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The future of disease diagnostics lives at Lassonde


The Laboratory of Advanced Biotechnologies for Health Assessment (LAB-HA) is a modern research hub at York University’s Lassonde School of Engineering that focuses on scientific innovation to transform the future of disease diagnostics.

Picture state-of-the-art technologies, busy researchers wearing white lab coats and futuristic AI-powered tools with capabilities beyond imagination.

“LAB-HA’s mission is to develop wearable biomedical devices for early detection of burdensome diseases,” says Razieh (Neda) Salahandish, Director of LAB-HA and assistant professor in the Electrical Engineering & Computer Science department.

Early detection of diseases plays a key role in improving patient outcomes and care. Unfortunately, many diseases are diagnosed through complex and invasive processes requiring expensive equipment and facilities. LAB-HA is committed to changing this reality by creating cost-effective, non-invasive and convenient solutions.

Student researchers working at LAB-HA
Student researchers working at LAB-HA.

“Our work applies all kinds of scientific methods in a multidisciplinary approach to disease diagnostics,” says Professor Salahandish. “There are many different scientific disciplines required to support our research. We have chemists and computer scientists working alongside electrical, software, computer and mechanical engineers.”

Researchers at LAB-HA include both undergraduate and graduate students who help lead and support complex research projects and activities, enhancing their academic experiences and technical skills.

Many of LAB-HA’s projects are also conducted in collaboration with leaders in the health science industry including the University Health Network and St. Michael’s Hospital, as well as start-up companies, elevating research impact and capabilities.

Professor Neda Salahandish and student researchers working in LAB-HA.
Professor Neda Salahandish and student researchers working in LAB-HA.

Discover some of LAB-HA’s ongoing projects

Smart Contact Lenses (SCLs)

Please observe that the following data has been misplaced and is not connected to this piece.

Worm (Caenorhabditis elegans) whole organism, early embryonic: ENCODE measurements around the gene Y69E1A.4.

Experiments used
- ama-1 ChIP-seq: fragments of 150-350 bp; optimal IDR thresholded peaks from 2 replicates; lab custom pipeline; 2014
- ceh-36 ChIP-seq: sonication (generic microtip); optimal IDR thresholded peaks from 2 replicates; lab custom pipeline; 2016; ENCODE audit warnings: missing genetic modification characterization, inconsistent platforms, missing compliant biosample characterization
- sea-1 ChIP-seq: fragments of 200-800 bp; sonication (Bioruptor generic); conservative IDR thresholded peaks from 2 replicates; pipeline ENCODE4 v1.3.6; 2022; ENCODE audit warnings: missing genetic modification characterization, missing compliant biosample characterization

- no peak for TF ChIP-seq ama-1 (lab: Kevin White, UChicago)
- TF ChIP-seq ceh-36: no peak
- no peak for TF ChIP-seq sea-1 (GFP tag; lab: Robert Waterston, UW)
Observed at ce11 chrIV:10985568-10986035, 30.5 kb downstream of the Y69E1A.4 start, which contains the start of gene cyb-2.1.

Supported by the Lassonde Innovation Fund (LIF), LAB-HA is working with the Mechanical Engineering department to fabricate smart contact lenses (SCLs) capable of analyzing disease-indicating biomarkers. Biomarkers commonly used to detect harmful eye conditions, such as vascular endothelial growth factor (VEGF) and tumour necrosis factor-alpha (TNF-α) are present in human tears and gel-like tissue in the eye known as vitreous fluid.

The SCLs are designed as wearable devices which can non-invasively collect patient’s tears and examine the presence of biomarkers, to support the early detection of various eye diseases and improve patient outcomes. The team is also working on connecting the miniaturized on-site data acquisition unit (IC chip), near-field communication (NFC) chip and antenna, allowing results to be wirelessly transferred to a smartphone.

Smart Goggles

In a project under review by the Alzheimer’s Society of Canada, LAB-HA is developing smart goggles that can help diagnose and monitor the progression of Alzheimer’s Disease. This project specifically involves undergraduate students, providing a unique opportunity for junior researchers to become a part of cutting-edge work at Lassonde.

Though there is currently no gold standard technique for clinical and non-invasive detection and monitoring of Alzheimer’s Disease, electrical activity in the brain, which can be measured using an electroencephalogram test (EEG), has been associated with the presence of Alzheimer’s Disease. Less explored indicators of the disease include various representations of eye and iris movements which can be examined using eye movement tracker cameras.

The clinical relevance of these eye movements, EEG signals and iris responses in Alzheimer’s Disease will be determined in a first-of-its-kind, biomarker discovery initiative establishing a correlation between Alzheimer’s Disease and these features.

LAB-HA will use this knowledge to develop smart goggles with embedded cameras for eye tracking and iris response measurements as well as extended electrodes for scalp EEG acquisition. Results will be analyzed using machine learning methods and retrieved on a portable device like a mobile phone.

Professor Neda Salahandish (center) and student researchers in front of the Bergeron Centre for Engineering Excellence.
Professor Neda Salahandish (center) and student researchers in front of the Bergeron Centre for Engineering Excellence.

Wearable Devices

Another research initiative at LAB-HA, currently in its early stages, focuses on the development of wearable devices that detect inflammatory biomarkers associated with cancers and chronic inflammatory conditions. This novel work, funded by the Natural Sciences and Engineering Research Council of Canada (NSERC) Discovery Grant (DG), has the potential to expedite chronic inflammation diagnoses, which are the root cause of many diseases. These research efforts can also help reduce the need for time-consuming investigational procedures.

These projects are just a few examples of LAB-HA’s groundbreaking research aimed at transforming the future of disease diagnostics. LAB-HA’s mission also aligns with the United Nations’ Sustainable Development Goal 3: Good Health and Well-being, helping address the world’s most pressing challenges.

Learn more about LAB-HA on the lab website.